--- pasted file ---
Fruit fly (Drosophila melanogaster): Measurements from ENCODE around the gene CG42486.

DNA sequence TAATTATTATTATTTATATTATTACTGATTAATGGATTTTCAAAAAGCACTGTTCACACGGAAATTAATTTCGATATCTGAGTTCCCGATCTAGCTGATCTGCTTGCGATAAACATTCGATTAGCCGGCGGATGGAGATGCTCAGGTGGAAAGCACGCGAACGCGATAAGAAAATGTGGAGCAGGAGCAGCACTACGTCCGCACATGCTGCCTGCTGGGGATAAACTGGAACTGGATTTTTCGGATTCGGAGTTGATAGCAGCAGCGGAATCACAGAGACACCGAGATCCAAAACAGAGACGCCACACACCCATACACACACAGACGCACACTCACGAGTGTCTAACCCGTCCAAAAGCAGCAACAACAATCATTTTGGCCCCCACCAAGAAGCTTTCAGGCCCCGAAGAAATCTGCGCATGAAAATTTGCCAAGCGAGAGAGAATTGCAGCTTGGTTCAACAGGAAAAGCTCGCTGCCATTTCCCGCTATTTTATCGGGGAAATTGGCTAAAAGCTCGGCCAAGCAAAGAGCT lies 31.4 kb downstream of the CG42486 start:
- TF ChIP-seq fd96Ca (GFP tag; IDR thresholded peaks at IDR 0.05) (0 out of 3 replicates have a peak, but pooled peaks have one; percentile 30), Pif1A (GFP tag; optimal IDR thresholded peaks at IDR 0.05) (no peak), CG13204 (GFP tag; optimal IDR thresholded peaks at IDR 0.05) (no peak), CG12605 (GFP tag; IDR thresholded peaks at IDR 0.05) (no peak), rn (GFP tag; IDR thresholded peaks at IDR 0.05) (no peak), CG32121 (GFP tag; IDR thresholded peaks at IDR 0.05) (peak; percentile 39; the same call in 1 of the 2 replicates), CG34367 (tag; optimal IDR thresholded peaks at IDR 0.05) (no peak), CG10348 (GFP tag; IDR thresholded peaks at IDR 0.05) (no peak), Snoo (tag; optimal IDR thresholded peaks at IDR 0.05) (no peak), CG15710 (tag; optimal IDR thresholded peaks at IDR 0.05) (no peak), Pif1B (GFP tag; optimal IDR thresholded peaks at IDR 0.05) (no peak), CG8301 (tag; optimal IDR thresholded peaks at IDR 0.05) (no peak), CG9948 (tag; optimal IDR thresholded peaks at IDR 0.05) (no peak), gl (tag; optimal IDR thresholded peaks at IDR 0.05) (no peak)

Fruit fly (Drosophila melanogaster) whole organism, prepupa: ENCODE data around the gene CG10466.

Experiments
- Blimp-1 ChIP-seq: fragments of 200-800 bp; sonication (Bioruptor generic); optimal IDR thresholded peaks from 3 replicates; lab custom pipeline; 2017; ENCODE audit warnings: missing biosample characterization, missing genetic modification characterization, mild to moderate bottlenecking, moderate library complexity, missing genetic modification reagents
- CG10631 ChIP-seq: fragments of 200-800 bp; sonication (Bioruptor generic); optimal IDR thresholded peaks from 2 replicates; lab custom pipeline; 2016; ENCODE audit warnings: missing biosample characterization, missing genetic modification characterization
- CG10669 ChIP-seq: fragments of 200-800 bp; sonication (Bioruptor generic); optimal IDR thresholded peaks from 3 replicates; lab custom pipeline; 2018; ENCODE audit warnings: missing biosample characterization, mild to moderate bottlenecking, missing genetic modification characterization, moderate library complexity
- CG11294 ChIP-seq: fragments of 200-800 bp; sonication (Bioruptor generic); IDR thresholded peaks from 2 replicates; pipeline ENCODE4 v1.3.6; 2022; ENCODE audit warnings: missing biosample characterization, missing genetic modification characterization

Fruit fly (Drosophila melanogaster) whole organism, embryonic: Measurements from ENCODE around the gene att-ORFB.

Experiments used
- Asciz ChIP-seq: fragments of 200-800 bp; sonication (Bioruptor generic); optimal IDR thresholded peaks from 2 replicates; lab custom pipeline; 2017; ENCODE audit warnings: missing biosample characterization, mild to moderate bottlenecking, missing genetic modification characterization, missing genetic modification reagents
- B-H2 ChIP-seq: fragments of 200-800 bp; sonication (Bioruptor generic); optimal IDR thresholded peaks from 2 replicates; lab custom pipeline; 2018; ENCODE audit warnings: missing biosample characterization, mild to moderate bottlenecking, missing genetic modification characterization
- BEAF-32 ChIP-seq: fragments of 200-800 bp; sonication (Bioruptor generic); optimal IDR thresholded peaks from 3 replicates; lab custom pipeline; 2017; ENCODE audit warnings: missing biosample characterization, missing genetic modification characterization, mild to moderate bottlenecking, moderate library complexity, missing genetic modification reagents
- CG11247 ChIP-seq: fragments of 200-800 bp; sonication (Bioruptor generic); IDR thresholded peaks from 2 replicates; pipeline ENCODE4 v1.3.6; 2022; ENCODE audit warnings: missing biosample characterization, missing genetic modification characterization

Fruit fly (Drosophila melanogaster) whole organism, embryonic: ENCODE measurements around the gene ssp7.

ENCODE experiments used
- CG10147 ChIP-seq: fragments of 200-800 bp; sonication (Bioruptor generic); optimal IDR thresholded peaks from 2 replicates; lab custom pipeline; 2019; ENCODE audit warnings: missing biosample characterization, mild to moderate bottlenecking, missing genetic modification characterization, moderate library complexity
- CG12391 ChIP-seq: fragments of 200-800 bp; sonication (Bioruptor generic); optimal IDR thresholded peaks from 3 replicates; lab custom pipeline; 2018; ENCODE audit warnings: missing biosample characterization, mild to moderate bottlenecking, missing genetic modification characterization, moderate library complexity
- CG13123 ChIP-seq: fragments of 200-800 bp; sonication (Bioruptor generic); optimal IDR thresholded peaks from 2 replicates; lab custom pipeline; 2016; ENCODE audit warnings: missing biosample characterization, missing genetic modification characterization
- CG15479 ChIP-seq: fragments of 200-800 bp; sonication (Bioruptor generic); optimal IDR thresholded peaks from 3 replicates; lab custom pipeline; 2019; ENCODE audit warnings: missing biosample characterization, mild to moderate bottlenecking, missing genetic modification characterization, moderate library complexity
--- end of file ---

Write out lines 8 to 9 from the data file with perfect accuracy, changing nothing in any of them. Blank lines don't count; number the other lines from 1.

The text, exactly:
- CG10669 ChIP-seq: fragments of 200-800 bp; sonication (Bioruptor generic); optimal IDR thresholded peaks from 3 replicates; lab custom pipeline; 2018; ENCODE audit warnings: missing biosample characterization, mild to moderate bottlenecking, missing genetic modification characterization, moderate library complexity
- CG11294 ChIP-seq: fragments of 200-800 bp; sonication (Bioruptor generic); IDR thresholded peaks from 2 replicates; pipeline ENCODE4 v1.3.6; 2022; ENCODE audit warnings: missing biosample characterization, missing genetic modification characterization